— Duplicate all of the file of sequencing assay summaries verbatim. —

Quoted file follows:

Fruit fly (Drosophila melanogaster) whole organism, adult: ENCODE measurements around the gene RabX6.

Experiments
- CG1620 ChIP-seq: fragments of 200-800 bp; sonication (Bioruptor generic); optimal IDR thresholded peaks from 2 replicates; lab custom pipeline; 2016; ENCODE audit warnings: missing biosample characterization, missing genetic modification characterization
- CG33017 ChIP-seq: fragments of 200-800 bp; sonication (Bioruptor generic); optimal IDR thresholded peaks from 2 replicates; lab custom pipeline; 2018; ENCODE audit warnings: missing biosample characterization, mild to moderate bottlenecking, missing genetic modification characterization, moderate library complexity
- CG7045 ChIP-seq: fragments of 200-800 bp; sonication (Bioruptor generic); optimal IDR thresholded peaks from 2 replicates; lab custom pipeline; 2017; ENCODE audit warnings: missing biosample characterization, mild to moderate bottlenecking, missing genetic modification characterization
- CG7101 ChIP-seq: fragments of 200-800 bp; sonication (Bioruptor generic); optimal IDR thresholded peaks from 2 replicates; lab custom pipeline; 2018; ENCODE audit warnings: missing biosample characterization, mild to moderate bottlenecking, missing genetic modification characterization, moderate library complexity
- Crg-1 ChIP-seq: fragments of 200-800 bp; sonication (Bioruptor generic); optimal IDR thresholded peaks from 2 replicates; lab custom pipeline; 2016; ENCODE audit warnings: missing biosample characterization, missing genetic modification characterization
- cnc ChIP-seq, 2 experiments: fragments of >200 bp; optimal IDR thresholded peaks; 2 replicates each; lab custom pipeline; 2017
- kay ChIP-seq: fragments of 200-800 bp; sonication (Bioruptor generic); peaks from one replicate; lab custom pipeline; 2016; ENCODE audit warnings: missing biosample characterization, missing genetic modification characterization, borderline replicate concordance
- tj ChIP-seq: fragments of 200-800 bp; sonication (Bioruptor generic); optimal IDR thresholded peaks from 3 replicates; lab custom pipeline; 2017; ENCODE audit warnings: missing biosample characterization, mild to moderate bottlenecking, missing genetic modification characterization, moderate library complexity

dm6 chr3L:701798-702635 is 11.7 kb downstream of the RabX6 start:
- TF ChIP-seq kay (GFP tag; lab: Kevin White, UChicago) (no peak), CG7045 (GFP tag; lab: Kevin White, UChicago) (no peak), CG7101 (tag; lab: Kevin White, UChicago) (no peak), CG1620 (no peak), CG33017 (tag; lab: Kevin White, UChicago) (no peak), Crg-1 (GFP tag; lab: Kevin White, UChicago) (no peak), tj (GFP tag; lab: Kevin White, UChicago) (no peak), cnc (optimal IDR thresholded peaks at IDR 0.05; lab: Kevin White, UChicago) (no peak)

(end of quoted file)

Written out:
Fruit fly (Drosophila melanogaster) whole organism, adult: ENCODE measurements around the gene RabX6.

Experiments
- CG1620 ChIP-seq: fragments of 200-800 bp; sonication (Bioruptor generic); optimal IDR thresholded peaks from 2 replicates; lab custom pipeline; 2016; ENCODE audit warnings: missing biosample characterization, missing genetic modification characterization
- CG33017 ChIP-seq: fragments of 200-800 bp; sonication (Bioruptor generic); optimal IDR thresholded peaks from 2 replicates; lab custom pipeline; 2018; ENCODE audit warnings: missing biosample characterization, mild to moderate bottlenecking, missing genetic modification characterization, moderate library complexity
- CG7045 ChIP-seq: fragments of 200-800 bp; sonication (Bioruptor generic); optimal IDR thresholded peaks from 2 replicates; lab custom pipeline; 2017; ENCODE audit warnings: missing biosample characterization, mild to moderate bottlenecking, missing genetic modification characterization
- CG7101 ChIP-seq: fragments of 200-800 bp; sonication (Bioruptor generic); optimal IDR thresholded peaks from 2 replicates; lab custom pipeline; 2018; ENCODE audit warnings: missing biosample characterization, mild to moderate bottlenecking, missing genetic modification characterization, moderate library complexity
- Crg-1 ChIP-seq: fragments of 200-800 bp; sonication (Bioruptor generic); optimal IDR thresholded peaks from 2 replicates; lab custom pipeline; 2016; ENCODE audit warnings: missing biosample characterization, missing genetic modification characterization
- cnc ChIP-seq, 2 experiments: fragments of >200 bp; optimal IDR thresholded peaks; 2 replicates each; lab custom pipeline; 2017
- kay ChIP-seq: fragments of 200-800 bp; sonication (Bioruptor generic); peaks from one replicate; lab custom pipeline; 2016; ENCODE audit warnings: missing biosample characterization, missing genetic modification characterization, borderline replicate concordance
- tj ChIP-seq: fragments of 200-800 bp; sonication (Bioruptor generic); optimal IDR thresholded peaks from 3 replicates; lab custom pipeline; 2017; ENCODE audit warnings: missing biosample characterization, mild to moderate bottlenecking, missing genetic modification characterization, moderate library complexity

dm6 chr3L:701798-702635 is 11.7 kb downstream of the RabX6 start:
- TF ChIP-seq kay (GFP tag; lab: Kevin White, UChicago) (no peak), CG7045 (GFP tag; lab: Kevin White, UChicago) (no peak), CG7101 (tag; lab: Kevin White, UChicago) (no peak), CG1620 (no peak), CG33017 (tag; lab: Kevin White, UChicago) (no peak), Crg-1 (GFP tag; lab: Kevin White, UChicago) (no peak), tj (GFP tag; lab: Kevin White, UChicago) (no peak), cnc (optimal IDR thresholded peaks at IDR 0.05; lab: Kevin White, UChicago) (no peak)